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Patience and UCLA Football

Jon Gold:

I think UCLA fans need to practice better expectation-management. A brief look at this schedule, given the state of the team coming in and the injuries that have happened since Day 1 of training camp, and I think 3-3 was about right. Maybe even 2-4. The Bruins should have beaten Kansas State. They should have lost to Stanford. They could've beaten Houston. They should've lost to Texas, crushed Washington State and lost to Cal. Any way you slice it, that's pretty much what should have happened before the season.

Of course, things didn't exactly play out like that, but the end result is nearly the same.

Going back to the losses to Cal and Stanford. A few guys have written about how they wouldn't be upset if UCLA had even competed in those games, but lost by a few. You're right. Again: You're right. Those were atrocious performances. But those can pop up every once in a while with young teams, especially young, one-dimensional teams. I think the coaches definitely have some explaining to do, but I also think that bad days sometimes happen in football. There are a 1000 reasons, but they happen. As unhappy as you guys were on Saturday, Texas fans were just as unhappy a couple weeks before.

So when I preach patience, I'm not saying don't get upset after losses like the Cal and Stanford game. I'm simply saying that the idea that "It hasn't happened since 2005, so it needs to happen NOW!" is flawed. Yes, you were told to practice patience under Karl Dorrell. Yes, the Neuheisel era hasn't exactly been the quick turnaround that you desire. But that doesn't mean that you shouldn't take a step back and really analyze the direction of the program. UCLA could go 1-5 the rest of the way - no really, it could - and still, I'd think that 2011 was the year things should come together. At least from my perspective, that hasn't changed.

Perhaps the best grafs written by a UCLA beat reporter since we started blogging about the Bruins. Good for Jon. Some additional thoughts after the jump.

I think in terms of having reasonable expectations majority of this community will more than appreciate his arguments. However, that said I think concern here is about ensuring that our team is "firing out" (a phrase made famous in Bruin Nation by none other than Dan Guerrero when he fired Bob Toledo) every time it steps on the field.

As has been documented extensively here the state of UCLA football program when Neuheisel arrived was beyond catastrophic due to years of mismanagement and shoddy recruiting. The offensive line was an unrecognizable mess while he was pressed into using a JC QB after losing his 2 QBs in spring practice. It was clear his team improved his second season as it added 3 more victories to the win column (would have been an 8 win season if ATV hadn't dropped a game ending pick 6 against Oregon State). The recruiting has been lights out. So again as has been discussed in an exhaustive manner here on BN, he does have the program heading towards the right direction. We are not going re-litigate whether the program was moving towards the right direction again since we discussed it painstaking details leading up to this season.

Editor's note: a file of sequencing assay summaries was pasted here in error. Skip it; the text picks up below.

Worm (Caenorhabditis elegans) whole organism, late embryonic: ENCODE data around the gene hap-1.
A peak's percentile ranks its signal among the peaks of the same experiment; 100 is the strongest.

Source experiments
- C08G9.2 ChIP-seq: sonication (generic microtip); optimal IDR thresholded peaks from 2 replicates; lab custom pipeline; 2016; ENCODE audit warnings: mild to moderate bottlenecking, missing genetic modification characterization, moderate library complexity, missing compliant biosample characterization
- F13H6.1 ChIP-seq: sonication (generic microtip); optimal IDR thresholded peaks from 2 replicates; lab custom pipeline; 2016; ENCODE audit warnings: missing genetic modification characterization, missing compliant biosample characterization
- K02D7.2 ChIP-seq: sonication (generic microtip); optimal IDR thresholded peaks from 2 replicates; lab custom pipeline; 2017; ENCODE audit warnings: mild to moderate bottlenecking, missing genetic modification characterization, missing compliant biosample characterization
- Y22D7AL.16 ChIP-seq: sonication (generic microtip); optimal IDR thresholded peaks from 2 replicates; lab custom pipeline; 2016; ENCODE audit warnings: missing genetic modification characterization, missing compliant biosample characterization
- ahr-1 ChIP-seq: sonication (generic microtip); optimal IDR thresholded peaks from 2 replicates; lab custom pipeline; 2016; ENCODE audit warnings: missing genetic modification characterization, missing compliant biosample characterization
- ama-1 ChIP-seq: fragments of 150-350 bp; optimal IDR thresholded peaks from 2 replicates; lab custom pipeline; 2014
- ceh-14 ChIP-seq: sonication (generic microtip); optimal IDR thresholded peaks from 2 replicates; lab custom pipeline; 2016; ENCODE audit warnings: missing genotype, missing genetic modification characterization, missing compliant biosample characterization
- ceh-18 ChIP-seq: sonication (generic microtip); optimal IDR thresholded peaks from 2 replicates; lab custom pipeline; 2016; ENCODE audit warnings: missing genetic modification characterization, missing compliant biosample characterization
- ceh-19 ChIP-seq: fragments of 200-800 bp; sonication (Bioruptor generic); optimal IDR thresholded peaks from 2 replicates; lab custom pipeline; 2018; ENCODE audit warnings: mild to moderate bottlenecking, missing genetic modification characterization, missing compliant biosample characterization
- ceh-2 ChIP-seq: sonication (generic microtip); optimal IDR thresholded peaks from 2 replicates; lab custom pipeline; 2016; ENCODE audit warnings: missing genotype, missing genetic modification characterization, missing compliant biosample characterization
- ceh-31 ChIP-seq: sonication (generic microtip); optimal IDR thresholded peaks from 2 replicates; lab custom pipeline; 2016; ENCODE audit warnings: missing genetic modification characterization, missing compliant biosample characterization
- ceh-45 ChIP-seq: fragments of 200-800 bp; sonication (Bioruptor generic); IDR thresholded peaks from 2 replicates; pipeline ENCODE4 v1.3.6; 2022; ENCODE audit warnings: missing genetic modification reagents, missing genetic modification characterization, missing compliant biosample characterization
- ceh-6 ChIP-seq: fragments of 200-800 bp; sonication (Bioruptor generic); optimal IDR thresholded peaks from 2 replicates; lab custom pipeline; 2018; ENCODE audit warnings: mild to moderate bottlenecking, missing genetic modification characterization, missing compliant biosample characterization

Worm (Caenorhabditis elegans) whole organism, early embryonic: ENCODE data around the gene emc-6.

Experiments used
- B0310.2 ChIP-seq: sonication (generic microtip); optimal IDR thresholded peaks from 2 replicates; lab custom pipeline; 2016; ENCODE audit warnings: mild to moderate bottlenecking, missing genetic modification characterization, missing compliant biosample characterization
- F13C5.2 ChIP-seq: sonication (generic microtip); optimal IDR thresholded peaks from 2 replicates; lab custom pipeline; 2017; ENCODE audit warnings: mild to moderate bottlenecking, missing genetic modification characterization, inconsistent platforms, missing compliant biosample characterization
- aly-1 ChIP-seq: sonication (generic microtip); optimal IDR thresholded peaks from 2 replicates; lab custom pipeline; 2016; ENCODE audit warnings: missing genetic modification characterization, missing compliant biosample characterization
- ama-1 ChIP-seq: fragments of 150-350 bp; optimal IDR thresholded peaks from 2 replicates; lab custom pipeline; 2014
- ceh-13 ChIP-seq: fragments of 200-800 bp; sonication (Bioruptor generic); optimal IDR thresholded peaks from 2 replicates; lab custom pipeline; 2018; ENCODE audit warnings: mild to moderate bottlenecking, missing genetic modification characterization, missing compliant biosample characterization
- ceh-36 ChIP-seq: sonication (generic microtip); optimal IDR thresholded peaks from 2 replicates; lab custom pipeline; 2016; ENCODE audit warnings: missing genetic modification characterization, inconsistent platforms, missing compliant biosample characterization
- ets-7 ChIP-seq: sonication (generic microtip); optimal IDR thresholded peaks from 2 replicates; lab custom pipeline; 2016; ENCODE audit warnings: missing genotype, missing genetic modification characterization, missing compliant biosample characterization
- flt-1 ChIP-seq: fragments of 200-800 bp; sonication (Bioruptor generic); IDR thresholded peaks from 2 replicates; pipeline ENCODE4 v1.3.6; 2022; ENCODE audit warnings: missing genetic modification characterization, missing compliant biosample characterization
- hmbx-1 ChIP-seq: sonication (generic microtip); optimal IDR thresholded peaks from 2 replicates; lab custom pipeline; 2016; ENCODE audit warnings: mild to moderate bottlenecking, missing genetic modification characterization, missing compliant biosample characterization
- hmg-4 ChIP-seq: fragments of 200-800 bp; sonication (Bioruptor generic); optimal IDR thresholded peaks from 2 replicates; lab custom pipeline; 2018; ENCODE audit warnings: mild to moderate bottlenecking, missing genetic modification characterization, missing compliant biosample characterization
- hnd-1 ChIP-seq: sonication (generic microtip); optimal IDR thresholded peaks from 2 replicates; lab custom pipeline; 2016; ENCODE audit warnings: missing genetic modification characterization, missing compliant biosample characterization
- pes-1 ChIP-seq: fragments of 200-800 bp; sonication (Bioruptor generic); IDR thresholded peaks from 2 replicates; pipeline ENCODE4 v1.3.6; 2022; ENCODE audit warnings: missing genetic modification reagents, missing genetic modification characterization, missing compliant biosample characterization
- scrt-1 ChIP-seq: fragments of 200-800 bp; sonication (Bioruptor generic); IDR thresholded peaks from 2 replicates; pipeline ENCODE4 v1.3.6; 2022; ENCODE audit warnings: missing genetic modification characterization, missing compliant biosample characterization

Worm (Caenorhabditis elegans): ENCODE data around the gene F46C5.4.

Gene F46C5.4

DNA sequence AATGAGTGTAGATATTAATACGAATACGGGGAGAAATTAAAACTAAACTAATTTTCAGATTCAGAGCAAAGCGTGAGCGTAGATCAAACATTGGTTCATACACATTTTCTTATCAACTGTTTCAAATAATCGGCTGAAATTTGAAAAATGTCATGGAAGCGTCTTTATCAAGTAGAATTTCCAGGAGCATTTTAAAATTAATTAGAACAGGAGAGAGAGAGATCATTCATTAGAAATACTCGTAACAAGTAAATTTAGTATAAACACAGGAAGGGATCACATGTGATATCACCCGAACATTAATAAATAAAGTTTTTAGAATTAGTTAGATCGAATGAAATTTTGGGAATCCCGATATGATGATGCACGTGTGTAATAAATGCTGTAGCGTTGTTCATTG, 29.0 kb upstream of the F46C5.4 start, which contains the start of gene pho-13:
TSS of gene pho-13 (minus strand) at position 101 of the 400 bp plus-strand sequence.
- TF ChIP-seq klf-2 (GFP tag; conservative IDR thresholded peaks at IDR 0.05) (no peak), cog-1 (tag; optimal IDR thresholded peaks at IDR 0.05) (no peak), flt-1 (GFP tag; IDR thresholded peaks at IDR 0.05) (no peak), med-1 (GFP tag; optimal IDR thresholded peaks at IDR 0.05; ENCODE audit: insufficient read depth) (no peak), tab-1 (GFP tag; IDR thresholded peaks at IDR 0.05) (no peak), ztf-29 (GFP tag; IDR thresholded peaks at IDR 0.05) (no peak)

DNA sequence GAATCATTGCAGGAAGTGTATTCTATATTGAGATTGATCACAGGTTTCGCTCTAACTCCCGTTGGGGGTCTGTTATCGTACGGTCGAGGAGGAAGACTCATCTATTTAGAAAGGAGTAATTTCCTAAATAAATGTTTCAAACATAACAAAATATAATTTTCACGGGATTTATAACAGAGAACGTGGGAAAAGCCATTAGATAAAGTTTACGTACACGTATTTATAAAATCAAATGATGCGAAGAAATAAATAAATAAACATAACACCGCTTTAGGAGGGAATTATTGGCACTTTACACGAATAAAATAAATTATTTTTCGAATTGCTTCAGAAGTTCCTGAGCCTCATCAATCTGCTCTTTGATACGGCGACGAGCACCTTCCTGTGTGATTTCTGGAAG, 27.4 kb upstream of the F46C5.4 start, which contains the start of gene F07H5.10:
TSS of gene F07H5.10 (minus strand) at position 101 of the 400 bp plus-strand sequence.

That said losing to Northern California teams the way we did was brutal and unacceptable (just like it was unacceptable for the basketball team to have a losing record last season). That was maddening especially after the positive signs we saw against the Texas teams. As UCLA alum it has been absolutely brutal to keep waiting for that proverbial train after we get teased with smoke signs at the horizon year after year.

We think it is up to Rick Neuheisel to ensure he and his coaches are putting the best possible combination of athletes on the field with good schemes that will put our team in position to compete every play. Whether that has been happening, that answer appears at times uncertain even though the big picture data points in terms of recruiting statistics, program visibility and W-L records have been moving towards the positive direction in last two seasons (after reaching the lowest of low points under the previous regime). Rick Neuheisel will most likely have at least two years to figure out the puzzle.